Photo: Rebecca Sapp/WireImage.com
Music Festivals 2018: Bruno Mars, The Weeknd, Jack White Set For Lollapalooza
Four fantastic days of music in August are in store for Chicago festivalgoers with the latest festival announcement
On March 21, headliners for Lollapalooza 2018 were announced, and festivalgoers can look forward to a star-packed lineup during the event, which will be held in Chicago's Grant Park on Aug. 2–5. Live concerts at music festivals are a primary art form of their own, as SXSW 2018 demonstrated last week, and festival season is just beginning.
Without further ado, headliners for this year's Lollapalooza include GRAMMY winners Bruno Mars, The Weeknd, Jack White, Daya, LL Cool J, the National, St. Vincent, Vampire Weekend, and Zedd. Rounding out the lineup are GRAMMY nominees Arctic Monkeys, James Bay, Galantis, Khalid, Lil Uzi Vert, Logic, Odesza, Portugal, The Man, Travis Scott, Tyler, The Creator, and Kali Uchis, among others.
Get ready to party with your favorite artists this summer and get your tickets now via Lollapalooza's website. Enjoy the summer!
Graphic: The Recording Academy
A GRAMMY Salute To The Beach Boys Tribute Concert To Feature Performances By John Legend, Brandi Carlile, St. Vincent, Beck, Fall Out Boy, Mumford & Sons, Weezer & More; Tickets On Sale Now
Taking place Wednesday, Feb. 8, at the Dolby Theatre in Hollywood, California, the live concert special will feature a star-studded lineup that also includes Charlie Puth, LeAnn Rimes, My Morning Jacket, Norah Jones, Pentatonix, Lady A, and many others.
A few days after the 2023 GRAMMYs, the Recording Academy, along with Tenth Planet Productions and CBS, will present A GRAMMY Salute to the Beach Boys, a special tribute concert honoring the legendary, GRAMMY-nominated music icons, the Beach Boys. Taking place Wednesday, Feb. 8, at the Dolby Theatre in Hollywood, California, the live concert special will feature a star-studded performer lineup that includes GRAMMY-winning artists and past and current GRAMMY nominees including Beck, Brandi Carlile, Fall Out Boy, Hanson, Norah Jones, Lady A, John Legend, Little Big Town, Michael McDonald, Mumford & Sons, My Morning Jacket, Pentatonix, Charlie Puth, LeAnn Rimes, St. Vincent, Take 6, and Weezer, who will all celebrate and honor the Beach Boys’ everlasting music and impactful career.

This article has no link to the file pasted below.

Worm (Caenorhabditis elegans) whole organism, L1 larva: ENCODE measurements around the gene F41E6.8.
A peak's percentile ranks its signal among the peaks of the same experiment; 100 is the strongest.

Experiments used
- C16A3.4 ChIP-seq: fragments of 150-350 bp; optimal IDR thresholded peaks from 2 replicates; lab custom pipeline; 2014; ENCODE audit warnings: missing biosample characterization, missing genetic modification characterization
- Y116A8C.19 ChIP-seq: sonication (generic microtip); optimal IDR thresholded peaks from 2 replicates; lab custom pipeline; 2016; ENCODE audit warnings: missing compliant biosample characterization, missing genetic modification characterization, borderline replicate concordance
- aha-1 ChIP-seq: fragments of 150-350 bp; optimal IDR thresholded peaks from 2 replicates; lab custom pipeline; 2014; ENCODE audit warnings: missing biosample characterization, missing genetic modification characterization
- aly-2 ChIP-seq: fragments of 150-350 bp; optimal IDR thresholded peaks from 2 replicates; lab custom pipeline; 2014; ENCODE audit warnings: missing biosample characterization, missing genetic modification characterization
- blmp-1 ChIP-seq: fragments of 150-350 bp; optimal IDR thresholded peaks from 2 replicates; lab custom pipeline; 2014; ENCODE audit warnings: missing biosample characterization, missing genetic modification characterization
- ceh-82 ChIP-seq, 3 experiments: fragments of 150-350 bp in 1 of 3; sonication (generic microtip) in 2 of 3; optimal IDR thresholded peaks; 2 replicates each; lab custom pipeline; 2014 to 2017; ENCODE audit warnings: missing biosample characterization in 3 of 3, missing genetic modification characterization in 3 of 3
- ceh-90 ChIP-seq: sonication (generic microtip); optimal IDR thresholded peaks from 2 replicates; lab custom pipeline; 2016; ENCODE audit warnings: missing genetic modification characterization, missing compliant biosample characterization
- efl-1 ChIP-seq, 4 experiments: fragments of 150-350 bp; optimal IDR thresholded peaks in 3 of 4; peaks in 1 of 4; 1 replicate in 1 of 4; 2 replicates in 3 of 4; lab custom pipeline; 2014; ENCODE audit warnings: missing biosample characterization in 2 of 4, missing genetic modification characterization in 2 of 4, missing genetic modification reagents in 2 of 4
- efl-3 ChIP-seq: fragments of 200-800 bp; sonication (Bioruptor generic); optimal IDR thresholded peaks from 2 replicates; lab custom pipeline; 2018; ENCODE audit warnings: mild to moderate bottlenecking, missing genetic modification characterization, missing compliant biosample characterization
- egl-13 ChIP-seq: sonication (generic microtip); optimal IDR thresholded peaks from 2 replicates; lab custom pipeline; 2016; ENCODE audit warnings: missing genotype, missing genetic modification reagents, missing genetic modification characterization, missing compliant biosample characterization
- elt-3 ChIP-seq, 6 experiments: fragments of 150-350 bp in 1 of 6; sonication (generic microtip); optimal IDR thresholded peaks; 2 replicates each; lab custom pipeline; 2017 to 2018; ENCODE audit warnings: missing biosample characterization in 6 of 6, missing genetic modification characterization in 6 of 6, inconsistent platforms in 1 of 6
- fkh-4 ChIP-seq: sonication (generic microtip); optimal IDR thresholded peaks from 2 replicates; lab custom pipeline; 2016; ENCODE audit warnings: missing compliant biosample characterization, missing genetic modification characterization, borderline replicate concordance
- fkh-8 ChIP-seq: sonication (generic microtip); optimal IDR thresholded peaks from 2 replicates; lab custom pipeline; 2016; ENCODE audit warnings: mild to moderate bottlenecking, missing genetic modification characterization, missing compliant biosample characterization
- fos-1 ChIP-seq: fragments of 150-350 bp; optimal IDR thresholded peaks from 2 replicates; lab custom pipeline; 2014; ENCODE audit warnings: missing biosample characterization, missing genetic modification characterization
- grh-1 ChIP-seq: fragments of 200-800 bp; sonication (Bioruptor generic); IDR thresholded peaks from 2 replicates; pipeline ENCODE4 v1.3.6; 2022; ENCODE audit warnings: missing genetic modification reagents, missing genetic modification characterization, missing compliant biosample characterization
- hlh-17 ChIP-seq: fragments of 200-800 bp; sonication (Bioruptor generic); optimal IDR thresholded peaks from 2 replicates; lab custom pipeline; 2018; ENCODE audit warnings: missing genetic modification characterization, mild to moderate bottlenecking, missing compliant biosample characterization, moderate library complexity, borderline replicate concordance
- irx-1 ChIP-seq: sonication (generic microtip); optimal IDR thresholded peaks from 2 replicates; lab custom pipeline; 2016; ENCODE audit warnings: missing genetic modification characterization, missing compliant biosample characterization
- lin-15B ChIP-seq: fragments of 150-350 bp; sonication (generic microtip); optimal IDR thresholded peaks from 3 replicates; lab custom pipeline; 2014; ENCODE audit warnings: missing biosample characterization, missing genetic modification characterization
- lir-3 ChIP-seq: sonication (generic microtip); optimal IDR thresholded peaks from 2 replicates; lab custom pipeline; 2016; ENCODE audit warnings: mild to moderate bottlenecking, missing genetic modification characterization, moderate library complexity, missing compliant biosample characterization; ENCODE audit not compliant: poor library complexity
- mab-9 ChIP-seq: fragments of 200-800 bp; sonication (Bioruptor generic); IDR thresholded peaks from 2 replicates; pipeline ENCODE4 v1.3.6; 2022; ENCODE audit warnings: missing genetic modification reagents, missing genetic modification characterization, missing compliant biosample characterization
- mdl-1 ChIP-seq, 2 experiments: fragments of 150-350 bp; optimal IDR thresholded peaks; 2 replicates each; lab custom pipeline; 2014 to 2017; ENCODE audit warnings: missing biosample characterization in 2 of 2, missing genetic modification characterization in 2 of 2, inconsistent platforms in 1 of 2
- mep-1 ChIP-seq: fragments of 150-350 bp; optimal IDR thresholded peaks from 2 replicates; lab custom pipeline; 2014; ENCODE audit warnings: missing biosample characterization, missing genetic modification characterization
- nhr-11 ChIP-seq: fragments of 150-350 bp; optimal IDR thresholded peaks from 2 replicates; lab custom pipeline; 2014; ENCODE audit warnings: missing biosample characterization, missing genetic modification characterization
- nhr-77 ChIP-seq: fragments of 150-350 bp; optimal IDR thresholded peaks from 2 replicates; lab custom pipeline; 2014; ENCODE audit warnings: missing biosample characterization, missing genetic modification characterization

A GRAMMY Salute to the Beach Boys will air on the CBS Television Network and will be available live and on demand on Paramount+ at a later date. More info on the event is below.
Wednesday, Feb. 8
Doors: 5:30 p.m. PT
Concert: 6:30 p.m. PT
6801 Hollywood Blvd
Los Angeles, CA 90028
The Soundtrack Hit Makes A Comeback: How 'Encanto,' 'Top Gun' & ‘Black Panther’ Went From Chart-Toppers To GRAMMY Nominations
The once-golden bridge between Hollywood and Billboard has been quiet in recent years, perhaps due in part to the pandemic. But over the past 12 months, that trend has been truly broken.
It’s the kind of development even an animated fortune teller voiced by John Leguizamo couldn’t have predicted.
Lin-Manuel Miranda’s 2021 animated film Encanto was all-conquering, and its success also touched the Billboard charts. The film's "We Don't Talk About Bruno" entered the first Hot 100 chart of 2022 at No. 50, quickly becoming a record-breaking, multi-million-selling phenomenon. It also led to the renaissance of a particular crossover: the soundtrack hit.
With the domestic box office now showing signs of returning to pre-COVID days, the soundtrack single has, once again, become a key marketing tool and chart staple. The nominees for Best Song Written For Visual Media at the 2023 GRAMMYs are proof: Four of the six nominated songs charted on the Billboard Hot 100, with "We Don't Talk About Bruno" sitting at No. 1 for five weeks — the highest tally for a soundtrack release in seven years. (Aladdin favorite "A Whole New World" is also in the exclusive club of Disney animation No. 1s.)
2022 spawned five Top 10 hits from film soundtracks — a feat last achieved in 2018 via Kendrick Lamar’s Black Panther collabs with the Weeknd ("Pray for Me") and SZA ("All the Stars"), Swae Lee and Post Malone’s "Sunflower" (Spiderman: Into the Spider-Verse), Khalid & Normani’s "Love Lies" (Love, Simon), and the A Star Is Born cut "Shallow." Yet the once-golden bridge between Hollywood and Billboard was quiet in the intervening years, perhaps due in part to the pandemic. Not one TV or movie tie-in graced the Top 10 in 2021 or 2020. And although Oscar-winning “Shallow” reached pole position in 2019, it began its chart trajectory the year previously.
Over the past 12 months, however, this drought has been well and truly broken. And for a while, single-handedly by Encanto.